WASHINGTON—The U.S. Federal Reserve raised its key interest rate for the third time in six months, providing its latest vote of confidence in a slow-growing but durable economy. The Fed also announced plans to start gradually paring its bond holdings later this year, which could cause long-term rates to rise.
The increase in the Fed’s short-term rate by a quarter-point to a still-low range of 1 percent to 1.25 percent could lead to higher borrowing costs for consumers and businesses and slightly better returns for savers. The Fed foresees one additional rate hike this year, but gave no hint of when that might occur.
The overarching message the Fed sent on June 14 was an upbeat one: It believes the U.S. economy is on firm footing as it enters its ninth year of recovery from the financial crisis, with little risk of a recession. Though the economy is growing only sluggishly and inflation remains chronically below the Fed’s 2 percent target, it foresees improvement in both measures over time.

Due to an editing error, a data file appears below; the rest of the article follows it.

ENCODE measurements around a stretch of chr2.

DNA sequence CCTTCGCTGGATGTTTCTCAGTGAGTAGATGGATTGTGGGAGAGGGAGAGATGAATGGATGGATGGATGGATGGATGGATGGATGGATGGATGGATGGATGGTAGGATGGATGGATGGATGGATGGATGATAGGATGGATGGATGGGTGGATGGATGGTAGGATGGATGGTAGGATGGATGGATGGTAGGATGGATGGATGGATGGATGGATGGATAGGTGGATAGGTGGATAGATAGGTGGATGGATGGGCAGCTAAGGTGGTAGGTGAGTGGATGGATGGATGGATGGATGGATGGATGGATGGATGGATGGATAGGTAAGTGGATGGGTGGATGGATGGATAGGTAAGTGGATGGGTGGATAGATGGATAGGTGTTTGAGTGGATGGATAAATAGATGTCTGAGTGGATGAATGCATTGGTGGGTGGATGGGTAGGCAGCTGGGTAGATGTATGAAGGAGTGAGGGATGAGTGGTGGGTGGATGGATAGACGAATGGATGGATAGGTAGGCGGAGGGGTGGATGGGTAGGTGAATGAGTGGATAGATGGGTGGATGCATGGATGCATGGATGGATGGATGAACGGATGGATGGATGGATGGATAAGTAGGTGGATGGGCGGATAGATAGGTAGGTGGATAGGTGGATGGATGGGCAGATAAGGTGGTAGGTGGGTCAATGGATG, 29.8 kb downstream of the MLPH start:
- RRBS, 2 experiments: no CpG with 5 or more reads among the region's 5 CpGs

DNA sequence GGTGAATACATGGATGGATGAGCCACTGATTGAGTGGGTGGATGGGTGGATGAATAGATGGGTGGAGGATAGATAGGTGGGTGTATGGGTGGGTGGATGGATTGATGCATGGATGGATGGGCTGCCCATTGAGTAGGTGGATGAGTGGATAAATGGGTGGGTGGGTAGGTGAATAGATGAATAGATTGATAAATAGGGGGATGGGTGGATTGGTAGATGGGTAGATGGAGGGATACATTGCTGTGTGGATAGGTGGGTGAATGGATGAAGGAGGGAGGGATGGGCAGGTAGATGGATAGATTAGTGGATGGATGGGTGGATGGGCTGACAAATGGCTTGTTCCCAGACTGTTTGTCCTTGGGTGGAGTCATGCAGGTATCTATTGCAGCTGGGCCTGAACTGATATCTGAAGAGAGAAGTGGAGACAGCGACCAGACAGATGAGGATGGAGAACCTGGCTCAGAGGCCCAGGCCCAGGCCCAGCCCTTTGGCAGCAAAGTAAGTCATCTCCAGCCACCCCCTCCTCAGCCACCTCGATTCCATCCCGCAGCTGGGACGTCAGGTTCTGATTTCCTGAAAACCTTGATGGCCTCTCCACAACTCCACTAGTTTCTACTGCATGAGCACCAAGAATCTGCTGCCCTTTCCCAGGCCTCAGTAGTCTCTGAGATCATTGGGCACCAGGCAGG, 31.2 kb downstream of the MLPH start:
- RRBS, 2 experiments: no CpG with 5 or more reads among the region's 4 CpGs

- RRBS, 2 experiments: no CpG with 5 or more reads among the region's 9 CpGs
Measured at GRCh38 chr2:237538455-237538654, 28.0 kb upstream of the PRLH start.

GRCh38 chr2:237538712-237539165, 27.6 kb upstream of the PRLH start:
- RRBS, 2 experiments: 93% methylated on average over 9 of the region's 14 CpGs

The announcement that the Fed plans to begin paring its balance sheet later this year— “provided that the economy evolves broadly as anticipated” —involves its enormous portfolio of Treasury and mortgage bonds. The Fed began buying the bonds after the financial crisis to try to depress long-term interest rates. That effort resulted in a five-fold increase in its portfolio to $4.5 trillion.
The Fed said it would eventually allow a small amount of bonds to mature without being replaced—an amount that would gradually rise as markets adjusted to the process. This process could put upward pressure on long-term borrowing rates.
The Fed would start with monthly reductions in Treasury holdings of no more than $6 billion and $4 billion in mortgage bonds. Those figures would rise in increments over a year until they reached $30 billion a month in Treasurys and $20 billion in mortgage bonds.
The Fed kept its forecast for economic growth this year of 2.2 percent, up slightly from its March forecast, with growth of 2.1 percent in 2018 and 1.9 percent in 2019. Those forecasts are far below the 3 percent annual growth the Trump administration has said it can achieve through tax cuts, deregulation, and tougher enforcement of trade rules to protect American jobs.